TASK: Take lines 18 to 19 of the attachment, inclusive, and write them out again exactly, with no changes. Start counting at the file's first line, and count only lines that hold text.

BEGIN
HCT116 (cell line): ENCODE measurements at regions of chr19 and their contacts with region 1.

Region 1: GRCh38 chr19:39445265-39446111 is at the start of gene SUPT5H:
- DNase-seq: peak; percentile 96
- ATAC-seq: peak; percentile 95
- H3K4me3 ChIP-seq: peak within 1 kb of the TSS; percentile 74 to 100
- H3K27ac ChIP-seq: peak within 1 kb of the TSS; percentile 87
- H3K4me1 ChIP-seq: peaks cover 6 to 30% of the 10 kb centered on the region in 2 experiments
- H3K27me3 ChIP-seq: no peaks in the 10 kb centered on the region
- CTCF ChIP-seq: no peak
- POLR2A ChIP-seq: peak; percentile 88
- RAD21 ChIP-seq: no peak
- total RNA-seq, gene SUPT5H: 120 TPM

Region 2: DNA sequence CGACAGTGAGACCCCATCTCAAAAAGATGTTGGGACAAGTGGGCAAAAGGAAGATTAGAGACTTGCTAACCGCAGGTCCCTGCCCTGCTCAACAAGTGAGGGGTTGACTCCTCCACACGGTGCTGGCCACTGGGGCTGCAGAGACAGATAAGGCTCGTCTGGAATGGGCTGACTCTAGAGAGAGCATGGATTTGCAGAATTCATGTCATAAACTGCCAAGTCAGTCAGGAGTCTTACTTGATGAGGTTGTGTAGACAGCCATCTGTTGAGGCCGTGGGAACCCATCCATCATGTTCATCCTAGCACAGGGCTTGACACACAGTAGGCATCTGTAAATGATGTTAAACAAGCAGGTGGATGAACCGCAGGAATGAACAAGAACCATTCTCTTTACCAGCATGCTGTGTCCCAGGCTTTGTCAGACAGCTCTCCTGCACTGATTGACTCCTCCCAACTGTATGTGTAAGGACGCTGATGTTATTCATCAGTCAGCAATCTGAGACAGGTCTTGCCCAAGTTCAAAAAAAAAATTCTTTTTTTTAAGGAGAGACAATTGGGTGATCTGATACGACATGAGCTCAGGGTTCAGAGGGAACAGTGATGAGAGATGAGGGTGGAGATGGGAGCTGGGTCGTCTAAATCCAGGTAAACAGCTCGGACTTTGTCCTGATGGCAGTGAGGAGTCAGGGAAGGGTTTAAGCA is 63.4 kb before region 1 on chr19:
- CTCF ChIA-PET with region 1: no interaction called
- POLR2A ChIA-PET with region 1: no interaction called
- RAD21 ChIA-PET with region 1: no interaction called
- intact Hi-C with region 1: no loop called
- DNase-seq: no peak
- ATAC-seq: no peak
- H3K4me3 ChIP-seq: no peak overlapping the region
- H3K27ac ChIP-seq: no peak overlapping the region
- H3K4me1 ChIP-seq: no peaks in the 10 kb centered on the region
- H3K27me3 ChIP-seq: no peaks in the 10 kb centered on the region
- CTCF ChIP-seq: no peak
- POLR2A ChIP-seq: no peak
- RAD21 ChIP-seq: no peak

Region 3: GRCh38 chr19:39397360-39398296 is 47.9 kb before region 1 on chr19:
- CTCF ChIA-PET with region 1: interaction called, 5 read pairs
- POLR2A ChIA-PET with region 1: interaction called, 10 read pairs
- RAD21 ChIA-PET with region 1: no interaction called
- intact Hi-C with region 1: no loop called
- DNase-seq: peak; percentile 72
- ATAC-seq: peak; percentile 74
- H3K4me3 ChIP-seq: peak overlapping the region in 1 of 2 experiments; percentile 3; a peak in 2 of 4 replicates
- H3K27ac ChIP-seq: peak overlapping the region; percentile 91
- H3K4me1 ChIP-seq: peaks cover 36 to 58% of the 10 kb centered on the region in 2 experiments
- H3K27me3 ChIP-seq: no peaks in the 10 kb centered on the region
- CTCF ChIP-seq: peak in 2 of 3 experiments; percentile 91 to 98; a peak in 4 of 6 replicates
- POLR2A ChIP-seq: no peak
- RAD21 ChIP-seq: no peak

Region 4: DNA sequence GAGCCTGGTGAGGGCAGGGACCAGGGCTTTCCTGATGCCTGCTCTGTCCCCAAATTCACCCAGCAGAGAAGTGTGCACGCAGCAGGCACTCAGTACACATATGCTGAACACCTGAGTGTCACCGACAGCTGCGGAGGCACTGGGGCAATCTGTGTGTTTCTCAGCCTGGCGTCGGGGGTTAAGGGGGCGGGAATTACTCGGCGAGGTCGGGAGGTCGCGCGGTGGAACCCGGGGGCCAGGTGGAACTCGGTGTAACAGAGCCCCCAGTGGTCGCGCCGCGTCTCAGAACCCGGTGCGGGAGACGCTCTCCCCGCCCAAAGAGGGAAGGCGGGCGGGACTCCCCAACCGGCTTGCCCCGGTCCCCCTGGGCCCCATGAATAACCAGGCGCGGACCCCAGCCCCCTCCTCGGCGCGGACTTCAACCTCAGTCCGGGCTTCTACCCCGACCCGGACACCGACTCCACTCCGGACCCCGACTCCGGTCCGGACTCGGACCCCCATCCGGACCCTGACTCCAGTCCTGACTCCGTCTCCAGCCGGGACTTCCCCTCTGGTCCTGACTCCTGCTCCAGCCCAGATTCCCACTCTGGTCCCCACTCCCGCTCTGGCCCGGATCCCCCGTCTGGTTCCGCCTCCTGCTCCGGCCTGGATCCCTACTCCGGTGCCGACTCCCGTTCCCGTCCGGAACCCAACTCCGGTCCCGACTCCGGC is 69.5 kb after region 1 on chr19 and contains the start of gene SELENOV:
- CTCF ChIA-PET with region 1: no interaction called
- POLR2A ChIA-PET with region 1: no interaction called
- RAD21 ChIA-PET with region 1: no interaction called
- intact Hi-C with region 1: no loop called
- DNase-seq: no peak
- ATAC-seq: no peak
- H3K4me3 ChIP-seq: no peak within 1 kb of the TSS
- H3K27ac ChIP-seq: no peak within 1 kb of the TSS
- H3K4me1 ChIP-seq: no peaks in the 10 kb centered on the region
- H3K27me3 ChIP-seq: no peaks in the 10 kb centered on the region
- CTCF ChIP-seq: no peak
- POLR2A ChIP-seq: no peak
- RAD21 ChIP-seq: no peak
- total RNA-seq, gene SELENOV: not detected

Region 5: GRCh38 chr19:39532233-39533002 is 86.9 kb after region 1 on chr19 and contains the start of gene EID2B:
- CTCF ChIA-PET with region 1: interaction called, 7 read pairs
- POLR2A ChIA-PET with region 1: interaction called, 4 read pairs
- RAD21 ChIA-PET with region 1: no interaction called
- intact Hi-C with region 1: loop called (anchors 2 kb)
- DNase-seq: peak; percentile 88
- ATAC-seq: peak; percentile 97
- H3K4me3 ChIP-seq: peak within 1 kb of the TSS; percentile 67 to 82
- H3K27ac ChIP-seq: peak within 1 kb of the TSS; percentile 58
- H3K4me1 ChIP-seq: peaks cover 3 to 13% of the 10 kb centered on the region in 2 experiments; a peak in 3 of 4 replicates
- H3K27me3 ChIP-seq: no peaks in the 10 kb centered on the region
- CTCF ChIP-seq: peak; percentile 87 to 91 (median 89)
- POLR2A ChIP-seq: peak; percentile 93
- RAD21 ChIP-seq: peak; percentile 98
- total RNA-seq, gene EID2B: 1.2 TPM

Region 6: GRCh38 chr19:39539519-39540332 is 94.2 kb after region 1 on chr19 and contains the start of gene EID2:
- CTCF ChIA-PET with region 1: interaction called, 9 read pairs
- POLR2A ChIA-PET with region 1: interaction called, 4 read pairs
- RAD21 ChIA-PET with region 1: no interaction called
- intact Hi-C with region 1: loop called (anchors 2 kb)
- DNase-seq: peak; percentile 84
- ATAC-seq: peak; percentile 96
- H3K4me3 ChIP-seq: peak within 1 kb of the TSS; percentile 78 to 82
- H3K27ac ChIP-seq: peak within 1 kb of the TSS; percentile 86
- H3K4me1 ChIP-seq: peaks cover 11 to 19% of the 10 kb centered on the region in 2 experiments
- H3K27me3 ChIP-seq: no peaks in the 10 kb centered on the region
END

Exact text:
- DNase-seq: no peak
- ATAC-seq: no peak